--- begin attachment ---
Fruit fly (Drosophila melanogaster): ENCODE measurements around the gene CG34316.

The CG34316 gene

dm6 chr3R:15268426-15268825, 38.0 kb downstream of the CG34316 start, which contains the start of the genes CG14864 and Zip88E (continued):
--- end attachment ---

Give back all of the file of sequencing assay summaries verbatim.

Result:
Fruit fly (Drosophila melanogaster): ENCODE measurements around the gene CG34316.

The CG34316 gene

dm6 chr3R:15268426-15268825, 38.0 kb downstream of the CG34316 start, which contains the start of the genes CG14864 and Zip88E (continued):